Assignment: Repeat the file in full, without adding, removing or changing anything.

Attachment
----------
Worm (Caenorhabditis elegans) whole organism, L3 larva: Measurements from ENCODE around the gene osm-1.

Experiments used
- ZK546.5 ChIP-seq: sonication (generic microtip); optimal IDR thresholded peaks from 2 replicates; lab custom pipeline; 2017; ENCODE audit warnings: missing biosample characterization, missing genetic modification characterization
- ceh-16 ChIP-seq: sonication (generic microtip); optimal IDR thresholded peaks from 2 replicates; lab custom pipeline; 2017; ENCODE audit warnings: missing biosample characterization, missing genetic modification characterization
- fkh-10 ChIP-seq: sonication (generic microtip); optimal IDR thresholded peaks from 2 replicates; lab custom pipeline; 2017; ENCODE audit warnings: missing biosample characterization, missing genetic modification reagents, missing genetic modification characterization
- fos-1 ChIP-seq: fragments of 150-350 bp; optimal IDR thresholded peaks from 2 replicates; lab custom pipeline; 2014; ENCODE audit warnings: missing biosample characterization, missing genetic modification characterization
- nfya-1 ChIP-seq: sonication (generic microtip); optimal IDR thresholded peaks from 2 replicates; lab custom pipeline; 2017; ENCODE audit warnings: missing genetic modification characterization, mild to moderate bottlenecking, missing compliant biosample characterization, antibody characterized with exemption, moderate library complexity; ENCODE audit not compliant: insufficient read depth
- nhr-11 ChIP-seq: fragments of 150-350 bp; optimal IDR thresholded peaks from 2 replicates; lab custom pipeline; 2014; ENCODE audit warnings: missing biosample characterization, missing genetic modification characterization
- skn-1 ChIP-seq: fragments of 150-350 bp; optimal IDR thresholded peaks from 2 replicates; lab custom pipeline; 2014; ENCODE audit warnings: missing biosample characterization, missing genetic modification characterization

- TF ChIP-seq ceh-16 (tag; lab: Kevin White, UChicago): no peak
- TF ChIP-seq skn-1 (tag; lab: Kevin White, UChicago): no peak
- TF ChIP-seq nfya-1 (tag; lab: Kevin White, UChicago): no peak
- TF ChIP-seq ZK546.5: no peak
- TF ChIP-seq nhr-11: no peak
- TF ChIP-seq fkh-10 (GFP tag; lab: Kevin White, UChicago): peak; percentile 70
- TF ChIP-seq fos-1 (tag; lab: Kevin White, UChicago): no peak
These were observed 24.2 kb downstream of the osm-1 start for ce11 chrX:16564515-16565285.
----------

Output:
Worm (Caenorhabditis elegans) whole organism, L3 larva: Measurements from ENCODE around the gene osm-1.

Experiments used
- ZK546.5 ChIP-seq: sonication (generic microtip); optimal IDR thresholded peaks from 2 replicates; lab custom pipeline; 2017; ENCODE audit warnings: missing biosample characterization, missing genetic modification characterization
- ceh-16 ChIP-seq: sonication (generic microtip); optimal IDR thresholded peaks from 2 replicates; lab custom pipeline; 2017; ENCODE audit warnings: missing biosample characterization, missing genetic modification characterization
- fkh-10 ChIP-seq: sonication (generic microtip); optimal IDR thresholded peaks from 2 replicates; lab custom pipeline; 2017; ENCODE audit warnings: missing biosample characterization, missing genetic modification reagents, missing genetic modification characterization
- fos-1 ChIP-seq: fragments of 150-350 bp; optimal IDR thresholded peaks from 2 replicates; lab custom pipeline; 2014; ENCODE audit warnings: missing biosample characterization, missing genetic modification characterization
- nfya-1 ChIP-seq: sonication (generic microtip); optimal IDR thresholded peaks from 2 replicates; lab custom pipeline; 2017; ENCODE audit warnings: missing genetic modification characterization, mild to moderate bottlenecking, missing compliant biosample characterization, antibody characterized with exemption, moderate library complexity; ENCODE audit not compliant: insufficient read depth
- nhr-11 ChIP-seq: fragments of 150-350 bp; optimal IDR thresholded peaks from 2 replicates; lab custom pipeline; 2014; ENCODE audit warnings: missing biosample characterization, missing genetic modification characterization
- skn-1 ChIP-seq: fragments of 150-350 bp; optimal IDR thresholded peaks from 2 replicates; lab custom pipeline; 2014; ENCODE audit warnings: missing biosample characterization, missing genetic modification characterization

- TF ChIP-seq ceh-16 (tag; lab: Kevin White, UChicago): no peak
- TF ChIP-seq skn-1 (tag; lab: Kevin White, UChicago): no peak
- TF ChIP-seq nfya-1 (tag; lab: Kevin White, UChicago): no peak
- TF ChIP-seq ZK546.5: no peak
- TF ChIP-seq nhr-11: no peak
- TF ChIP-seq fkh-10 (GFP tag; lab: Kevin White, UChicago): peak; percentile 70
- TF ChIP-seq fos-1 (tag; lab: Kevin White, UChicago): no peak
These were observed 24.2 kb downstream of the osm-1 start for ce11 chrX:16564515-16565285.